And speaking of messages, the climax of the film deals with Ralph’s insecurities of his friendship with Vanellope. He fears he’ll lose her and this fear causes him to almost destroy her and much of the Internet. So the message seemed to be something along the lines of “trust in your friendships”. Now maybe I’m not getting it, but this message seemed to just fly right over my head! Is this such a big epidemic in the world that it had to be the main message of the film? Maybe I’m just blessed in my friendships, but I’ve never felt “controlled” by a friend or felt that I was “controlling” any of my friends, so I found it very hard to relate to this message. I’m not disparaging the message; I’m just saying it was one of the hardest messages in a film for me to relate to.

Um…ok.

And no review of this film would be complete without a mention of the infamous Disney Princesses scene(s)! While the idea of bringing all the Disney Princesses together is a cool one, there were still some things I disliked about this CGI gathering. One of my biggest grievances was the implication made that Belle was “kidnapped or enslaved” by the Beast in Beauty and the Beast.

So what did I like about the film? Well, I enjoyed the technological themes throughout the film: a basic demonstration of how WiFi and the Internet work, a look at the addictiveness and viles of social media, the fleeting lifespan of online fame, a basic demonstration of how viruses and denial-of-service attacks work, and how parts of the Internet can go extinct.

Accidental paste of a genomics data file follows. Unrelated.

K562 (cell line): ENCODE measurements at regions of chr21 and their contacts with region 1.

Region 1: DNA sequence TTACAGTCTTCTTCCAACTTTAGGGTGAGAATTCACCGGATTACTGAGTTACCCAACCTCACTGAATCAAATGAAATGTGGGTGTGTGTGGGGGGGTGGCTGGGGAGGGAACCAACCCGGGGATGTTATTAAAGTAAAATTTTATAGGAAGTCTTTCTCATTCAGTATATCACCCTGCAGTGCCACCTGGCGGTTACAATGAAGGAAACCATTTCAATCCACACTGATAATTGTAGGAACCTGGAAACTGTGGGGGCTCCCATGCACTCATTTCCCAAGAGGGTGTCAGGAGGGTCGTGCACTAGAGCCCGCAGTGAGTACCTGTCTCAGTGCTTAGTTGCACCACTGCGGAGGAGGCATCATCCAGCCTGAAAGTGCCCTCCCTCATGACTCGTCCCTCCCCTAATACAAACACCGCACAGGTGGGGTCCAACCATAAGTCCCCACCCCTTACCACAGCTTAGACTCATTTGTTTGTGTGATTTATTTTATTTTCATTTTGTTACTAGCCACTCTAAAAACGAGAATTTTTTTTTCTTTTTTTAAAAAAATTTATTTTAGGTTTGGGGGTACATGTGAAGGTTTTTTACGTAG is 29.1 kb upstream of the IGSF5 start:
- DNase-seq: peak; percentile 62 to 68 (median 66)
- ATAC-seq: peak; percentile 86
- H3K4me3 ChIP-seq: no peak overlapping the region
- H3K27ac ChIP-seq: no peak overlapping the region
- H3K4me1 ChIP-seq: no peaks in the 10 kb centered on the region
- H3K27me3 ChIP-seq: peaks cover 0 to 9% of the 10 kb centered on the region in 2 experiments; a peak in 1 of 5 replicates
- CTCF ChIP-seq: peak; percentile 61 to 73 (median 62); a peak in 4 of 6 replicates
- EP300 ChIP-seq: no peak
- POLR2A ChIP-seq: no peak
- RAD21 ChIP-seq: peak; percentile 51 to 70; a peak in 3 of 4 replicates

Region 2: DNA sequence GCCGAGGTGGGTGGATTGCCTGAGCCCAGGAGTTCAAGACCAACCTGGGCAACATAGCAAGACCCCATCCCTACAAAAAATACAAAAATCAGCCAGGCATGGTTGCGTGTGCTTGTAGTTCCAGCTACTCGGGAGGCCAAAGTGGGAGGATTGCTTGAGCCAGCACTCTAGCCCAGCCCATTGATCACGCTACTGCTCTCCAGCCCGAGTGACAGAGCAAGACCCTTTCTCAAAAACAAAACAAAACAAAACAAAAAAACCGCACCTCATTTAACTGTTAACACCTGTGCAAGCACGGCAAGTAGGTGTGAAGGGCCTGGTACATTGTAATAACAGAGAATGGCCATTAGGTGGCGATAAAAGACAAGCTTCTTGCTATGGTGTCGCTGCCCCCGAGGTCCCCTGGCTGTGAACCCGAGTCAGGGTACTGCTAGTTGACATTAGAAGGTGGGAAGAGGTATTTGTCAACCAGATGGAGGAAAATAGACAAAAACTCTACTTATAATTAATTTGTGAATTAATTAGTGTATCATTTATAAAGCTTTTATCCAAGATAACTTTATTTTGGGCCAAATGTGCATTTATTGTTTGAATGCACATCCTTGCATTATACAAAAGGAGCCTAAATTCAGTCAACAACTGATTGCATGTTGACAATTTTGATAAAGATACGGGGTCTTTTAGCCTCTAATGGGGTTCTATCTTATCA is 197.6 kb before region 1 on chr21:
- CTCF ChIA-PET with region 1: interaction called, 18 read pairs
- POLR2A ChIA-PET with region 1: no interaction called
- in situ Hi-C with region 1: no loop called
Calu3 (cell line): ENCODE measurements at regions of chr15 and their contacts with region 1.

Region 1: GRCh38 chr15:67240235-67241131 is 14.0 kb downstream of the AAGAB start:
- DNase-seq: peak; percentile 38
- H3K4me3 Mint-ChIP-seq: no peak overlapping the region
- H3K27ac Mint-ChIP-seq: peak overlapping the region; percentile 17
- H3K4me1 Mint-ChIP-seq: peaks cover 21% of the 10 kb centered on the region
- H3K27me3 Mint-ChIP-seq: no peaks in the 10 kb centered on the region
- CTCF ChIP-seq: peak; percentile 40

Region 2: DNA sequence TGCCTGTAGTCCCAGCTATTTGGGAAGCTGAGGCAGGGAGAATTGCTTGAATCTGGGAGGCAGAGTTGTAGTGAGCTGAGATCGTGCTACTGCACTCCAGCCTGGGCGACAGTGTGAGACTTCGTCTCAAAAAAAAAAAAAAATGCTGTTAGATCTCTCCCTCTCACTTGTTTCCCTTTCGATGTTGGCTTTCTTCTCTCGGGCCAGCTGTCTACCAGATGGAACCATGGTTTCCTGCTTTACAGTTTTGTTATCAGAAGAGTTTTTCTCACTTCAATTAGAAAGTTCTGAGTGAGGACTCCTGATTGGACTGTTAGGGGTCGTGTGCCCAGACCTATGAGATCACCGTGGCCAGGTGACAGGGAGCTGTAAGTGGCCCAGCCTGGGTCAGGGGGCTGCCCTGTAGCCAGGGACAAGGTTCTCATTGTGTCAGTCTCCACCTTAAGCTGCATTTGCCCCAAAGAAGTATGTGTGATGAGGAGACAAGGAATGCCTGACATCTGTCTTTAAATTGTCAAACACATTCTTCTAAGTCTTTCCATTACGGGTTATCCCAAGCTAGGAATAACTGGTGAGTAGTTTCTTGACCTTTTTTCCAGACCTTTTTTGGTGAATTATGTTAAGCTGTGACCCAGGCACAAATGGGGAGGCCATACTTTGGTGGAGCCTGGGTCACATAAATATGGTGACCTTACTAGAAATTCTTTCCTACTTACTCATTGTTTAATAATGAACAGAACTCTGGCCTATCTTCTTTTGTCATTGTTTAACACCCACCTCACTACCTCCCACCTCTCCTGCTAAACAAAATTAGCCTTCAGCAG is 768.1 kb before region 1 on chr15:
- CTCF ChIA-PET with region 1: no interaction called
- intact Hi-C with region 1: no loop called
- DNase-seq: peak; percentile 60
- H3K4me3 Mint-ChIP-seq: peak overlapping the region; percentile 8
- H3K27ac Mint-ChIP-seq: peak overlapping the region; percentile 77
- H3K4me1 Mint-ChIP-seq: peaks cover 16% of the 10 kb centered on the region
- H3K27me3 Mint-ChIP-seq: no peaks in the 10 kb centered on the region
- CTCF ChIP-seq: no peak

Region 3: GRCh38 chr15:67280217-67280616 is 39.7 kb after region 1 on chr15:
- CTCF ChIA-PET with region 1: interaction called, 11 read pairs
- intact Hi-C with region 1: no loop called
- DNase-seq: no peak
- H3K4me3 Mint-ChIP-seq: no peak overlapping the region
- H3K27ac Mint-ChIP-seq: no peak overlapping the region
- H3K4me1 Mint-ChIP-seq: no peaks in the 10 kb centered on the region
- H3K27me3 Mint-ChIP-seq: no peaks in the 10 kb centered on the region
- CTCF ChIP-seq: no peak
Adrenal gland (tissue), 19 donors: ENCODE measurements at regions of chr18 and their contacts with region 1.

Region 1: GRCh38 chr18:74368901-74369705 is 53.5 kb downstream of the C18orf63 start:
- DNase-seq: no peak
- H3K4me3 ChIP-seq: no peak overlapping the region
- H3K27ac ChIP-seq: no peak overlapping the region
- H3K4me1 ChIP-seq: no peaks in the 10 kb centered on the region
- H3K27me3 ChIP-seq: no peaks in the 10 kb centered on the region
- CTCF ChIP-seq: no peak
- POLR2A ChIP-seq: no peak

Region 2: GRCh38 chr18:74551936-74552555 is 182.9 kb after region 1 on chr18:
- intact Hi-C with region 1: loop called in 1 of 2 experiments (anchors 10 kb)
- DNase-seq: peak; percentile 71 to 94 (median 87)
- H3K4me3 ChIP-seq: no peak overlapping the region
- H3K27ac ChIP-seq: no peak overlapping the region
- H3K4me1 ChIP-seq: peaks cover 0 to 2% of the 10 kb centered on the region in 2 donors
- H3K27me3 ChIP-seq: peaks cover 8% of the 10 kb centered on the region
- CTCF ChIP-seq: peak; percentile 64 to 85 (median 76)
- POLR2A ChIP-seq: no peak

I’m sure there’s a “Freewebs” nearby too!

I liked how the Disney Princesses were annoyed by the complaints made against them that they were all saved by “big strong men”. I liked KnowsMore, J. P. Spamley (voiced by Bill Hader), and the Eboy (voiced by Sean Giambrone), who is hands-down my favorite character in the film!

I need a spin-off television series starring him!

I also liked how it’s the power of therapy that saves the day in the end.

Ralph defeated his monster after talking things through so…therapy wins!

Summing up, I have a lot of complaints about this film and was overall disappointed with it. I know many people really loved this film, even more than its predecessor. I, on the other hand, will be in no big rush to rewatch this film anytime soon.

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9 thoughts on “My Thoughts: RALPH BREAKS THE INTERNET (2018)”

  1. I think the message was more about accepting people for who they are not for who you wish they could be. I definitely related to that as my siblings are very different than myself and it’s hard not to wish sometimes they would make different choices. It’s a lot harder to accept people for their differences and even learn to celebrate those differences. To me it was a much more subtle message than the bad people can be nice message of the first film.